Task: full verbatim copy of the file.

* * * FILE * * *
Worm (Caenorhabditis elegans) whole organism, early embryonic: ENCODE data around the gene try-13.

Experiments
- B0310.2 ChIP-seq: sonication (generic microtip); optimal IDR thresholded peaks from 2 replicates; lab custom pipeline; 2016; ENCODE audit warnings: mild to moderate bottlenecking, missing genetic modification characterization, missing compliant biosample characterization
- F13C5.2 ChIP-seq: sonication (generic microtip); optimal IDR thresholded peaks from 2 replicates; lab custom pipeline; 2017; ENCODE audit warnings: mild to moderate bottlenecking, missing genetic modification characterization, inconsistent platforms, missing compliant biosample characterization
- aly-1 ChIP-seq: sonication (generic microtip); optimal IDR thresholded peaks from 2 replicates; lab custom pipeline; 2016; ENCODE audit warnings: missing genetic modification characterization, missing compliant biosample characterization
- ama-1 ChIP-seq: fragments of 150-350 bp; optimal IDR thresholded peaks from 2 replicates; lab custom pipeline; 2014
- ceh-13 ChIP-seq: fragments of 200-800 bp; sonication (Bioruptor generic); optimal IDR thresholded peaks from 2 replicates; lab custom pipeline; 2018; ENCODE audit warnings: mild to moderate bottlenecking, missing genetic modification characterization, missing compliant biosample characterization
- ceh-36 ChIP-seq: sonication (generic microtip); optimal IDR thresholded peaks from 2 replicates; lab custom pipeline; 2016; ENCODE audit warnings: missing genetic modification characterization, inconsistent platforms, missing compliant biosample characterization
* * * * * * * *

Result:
Worm (Caenorhabditis elegans) whole organism, early embryonic: ENCODE data around the gene try-13.

Experiments
- B0310.2 ChIP-seq: sonication (generic microtip); optimal IDR thresholded peaks from 2 replicates; lab custom pipeline; 2016; ENCODE audit warnings: mild to moderate bottlenecking, missing genetic modification characterization, missing compliant biosample characterization
- F13C5.2 ChIP-seq: sonication (generic microtip); optimal IDR thresholded peaks from 2 replicates; lab custom pipeline; 2017; ENCODE audit warnings: mild to moderate bottlenecking, missing genetic modification characterization, inconsistent platforms, missing compliant biosample characterization
- aly-1 ChIP-seq: sonication (generic microtip); optimal IDR thresholded peaks from 2 replicates; lab custom pipeline; 2016; ENCODE audit warnings: missing genetic modification characterization, missing compliant biosample characterization
- ama-1 ChIP-seq: fragments of 150-350 bp; optimal IDR thresholded peaks from 2 replicates; lab custom pipeline; 2014
- ceh-13 ChIP-seq: fragments of 200-800 bp; sonication (Bioruptor generic); optimal IDR thresholded peaks from 2 replicates; lab custom pipeline; 2018; ENCODE audit warnings: mild to moderate bottlenecking, missing genetic modification characterization, missing compliant biosample characterization
- ceh-36 ChIP-seq: sonication (generic microtip); optimal IDR thresholded peaks from 2 replicates; lab custom pipeline; 2016; ENCODE audit warnings: missing genetic modification characterization, inconsistent platforms, missing compliant biosample characterization